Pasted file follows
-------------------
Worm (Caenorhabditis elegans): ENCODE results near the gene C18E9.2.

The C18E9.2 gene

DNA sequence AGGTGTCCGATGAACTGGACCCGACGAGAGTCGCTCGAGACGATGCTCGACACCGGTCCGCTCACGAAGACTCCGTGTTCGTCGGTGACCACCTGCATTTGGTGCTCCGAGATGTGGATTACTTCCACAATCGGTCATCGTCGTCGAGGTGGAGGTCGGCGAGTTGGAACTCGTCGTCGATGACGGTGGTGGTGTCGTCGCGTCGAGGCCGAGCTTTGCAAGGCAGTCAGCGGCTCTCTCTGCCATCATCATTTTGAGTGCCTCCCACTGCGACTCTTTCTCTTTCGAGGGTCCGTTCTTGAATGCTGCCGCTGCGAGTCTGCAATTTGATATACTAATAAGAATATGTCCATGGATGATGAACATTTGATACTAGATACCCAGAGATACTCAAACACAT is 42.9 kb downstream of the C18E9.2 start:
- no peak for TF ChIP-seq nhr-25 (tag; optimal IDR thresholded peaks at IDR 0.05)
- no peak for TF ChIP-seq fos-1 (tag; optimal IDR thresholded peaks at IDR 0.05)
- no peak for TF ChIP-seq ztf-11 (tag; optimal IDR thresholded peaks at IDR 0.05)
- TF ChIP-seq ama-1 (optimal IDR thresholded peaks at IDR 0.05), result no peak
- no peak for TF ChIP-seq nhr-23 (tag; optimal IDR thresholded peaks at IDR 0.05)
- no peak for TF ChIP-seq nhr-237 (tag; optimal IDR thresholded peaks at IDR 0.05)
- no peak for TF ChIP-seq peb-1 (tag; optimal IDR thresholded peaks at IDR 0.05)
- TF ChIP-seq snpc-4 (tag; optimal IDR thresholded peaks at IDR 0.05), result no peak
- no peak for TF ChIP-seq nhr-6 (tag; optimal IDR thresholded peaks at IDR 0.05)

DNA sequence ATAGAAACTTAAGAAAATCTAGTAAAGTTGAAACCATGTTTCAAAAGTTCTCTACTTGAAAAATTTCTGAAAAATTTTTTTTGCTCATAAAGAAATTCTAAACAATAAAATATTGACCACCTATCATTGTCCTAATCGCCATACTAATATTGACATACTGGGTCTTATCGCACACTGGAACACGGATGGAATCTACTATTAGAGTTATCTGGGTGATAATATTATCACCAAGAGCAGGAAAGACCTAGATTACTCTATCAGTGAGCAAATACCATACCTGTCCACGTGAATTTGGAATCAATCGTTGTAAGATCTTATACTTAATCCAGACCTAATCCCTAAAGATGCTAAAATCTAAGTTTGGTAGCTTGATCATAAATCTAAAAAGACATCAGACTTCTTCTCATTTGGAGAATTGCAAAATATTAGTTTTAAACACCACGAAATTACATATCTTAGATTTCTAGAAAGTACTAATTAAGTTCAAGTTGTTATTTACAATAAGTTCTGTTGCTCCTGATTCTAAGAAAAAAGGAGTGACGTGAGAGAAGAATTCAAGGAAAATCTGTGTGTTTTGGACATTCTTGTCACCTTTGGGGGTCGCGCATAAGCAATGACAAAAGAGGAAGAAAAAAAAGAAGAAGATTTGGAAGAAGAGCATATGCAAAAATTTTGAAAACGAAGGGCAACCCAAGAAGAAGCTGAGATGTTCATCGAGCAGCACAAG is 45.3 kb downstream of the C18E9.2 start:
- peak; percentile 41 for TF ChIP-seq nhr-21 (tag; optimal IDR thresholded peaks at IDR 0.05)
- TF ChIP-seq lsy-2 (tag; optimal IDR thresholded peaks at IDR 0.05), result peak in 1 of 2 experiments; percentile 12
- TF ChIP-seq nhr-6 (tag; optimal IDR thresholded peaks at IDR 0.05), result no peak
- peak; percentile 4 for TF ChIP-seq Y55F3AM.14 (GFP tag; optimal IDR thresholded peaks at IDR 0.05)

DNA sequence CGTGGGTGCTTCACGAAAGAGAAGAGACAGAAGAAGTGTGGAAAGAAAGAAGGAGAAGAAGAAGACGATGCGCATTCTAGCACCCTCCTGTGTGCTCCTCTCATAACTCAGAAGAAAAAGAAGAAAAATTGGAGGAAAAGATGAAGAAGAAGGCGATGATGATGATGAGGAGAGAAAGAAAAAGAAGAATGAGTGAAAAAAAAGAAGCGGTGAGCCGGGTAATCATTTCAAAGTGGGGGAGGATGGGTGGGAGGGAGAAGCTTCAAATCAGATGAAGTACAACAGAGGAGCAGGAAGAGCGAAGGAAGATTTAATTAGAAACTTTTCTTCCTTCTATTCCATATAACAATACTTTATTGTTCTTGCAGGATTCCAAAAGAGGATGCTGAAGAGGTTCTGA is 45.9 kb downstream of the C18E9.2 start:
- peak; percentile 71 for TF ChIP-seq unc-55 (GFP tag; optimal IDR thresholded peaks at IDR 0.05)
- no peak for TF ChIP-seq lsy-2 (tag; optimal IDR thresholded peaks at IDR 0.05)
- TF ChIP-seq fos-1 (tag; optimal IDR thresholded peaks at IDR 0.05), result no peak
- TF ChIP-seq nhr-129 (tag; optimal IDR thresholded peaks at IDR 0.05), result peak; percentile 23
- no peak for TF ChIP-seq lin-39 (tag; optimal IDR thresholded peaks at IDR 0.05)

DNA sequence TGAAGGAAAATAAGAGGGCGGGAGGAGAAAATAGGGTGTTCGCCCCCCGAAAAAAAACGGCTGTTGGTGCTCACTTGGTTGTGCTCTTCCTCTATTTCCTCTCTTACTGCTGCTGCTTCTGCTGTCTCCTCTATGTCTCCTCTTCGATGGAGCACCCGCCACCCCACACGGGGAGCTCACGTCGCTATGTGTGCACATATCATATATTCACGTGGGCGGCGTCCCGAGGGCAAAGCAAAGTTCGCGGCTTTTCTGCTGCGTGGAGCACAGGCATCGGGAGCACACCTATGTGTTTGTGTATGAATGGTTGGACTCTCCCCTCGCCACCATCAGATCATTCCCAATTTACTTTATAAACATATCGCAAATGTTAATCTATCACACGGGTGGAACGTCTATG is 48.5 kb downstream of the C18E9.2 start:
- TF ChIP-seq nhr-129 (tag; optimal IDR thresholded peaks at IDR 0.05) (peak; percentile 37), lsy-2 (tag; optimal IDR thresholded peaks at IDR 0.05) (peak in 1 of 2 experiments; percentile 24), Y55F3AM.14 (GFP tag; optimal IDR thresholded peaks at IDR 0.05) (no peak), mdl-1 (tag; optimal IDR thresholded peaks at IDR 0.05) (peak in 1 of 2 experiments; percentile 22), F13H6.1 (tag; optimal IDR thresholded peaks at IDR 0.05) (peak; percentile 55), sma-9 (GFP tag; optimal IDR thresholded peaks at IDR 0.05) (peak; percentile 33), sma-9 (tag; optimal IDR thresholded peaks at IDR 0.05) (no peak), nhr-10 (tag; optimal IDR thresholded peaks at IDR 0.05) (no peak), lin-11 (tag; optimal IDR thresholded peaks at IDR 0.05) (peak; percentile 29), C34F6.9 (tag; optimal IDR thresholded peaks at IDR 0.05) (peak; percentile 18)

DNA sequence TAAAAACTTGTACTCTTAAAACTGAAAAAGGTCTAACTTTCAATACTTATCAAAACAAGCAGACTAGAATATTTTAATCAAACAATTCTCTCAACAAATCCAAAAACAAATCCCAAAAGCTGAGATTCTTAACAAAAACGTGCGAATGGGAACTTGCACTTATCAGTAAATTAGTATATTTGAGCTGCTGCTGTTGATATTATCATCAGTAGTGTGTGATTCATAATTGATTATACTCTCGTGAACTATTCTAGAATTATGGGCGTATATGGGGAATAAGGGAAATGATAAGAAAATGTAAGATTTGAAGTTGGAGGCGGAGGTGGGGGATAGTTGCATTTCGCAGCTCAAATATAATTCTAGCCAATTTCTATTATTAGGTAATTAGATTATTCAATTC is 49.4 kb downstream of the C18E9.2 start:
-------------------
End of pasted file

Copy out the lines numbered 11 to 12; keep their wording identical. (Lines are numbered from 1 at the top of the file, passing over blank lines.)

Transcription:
- TF ChIP-seq snpc-4 (tag; optimal IDR thresholded peaks at IDR 0.05), result no peak
- no peak for TF ChIP-seq nhr-6 (tag; optimal IDR thresholded peaks at IDR 0.05)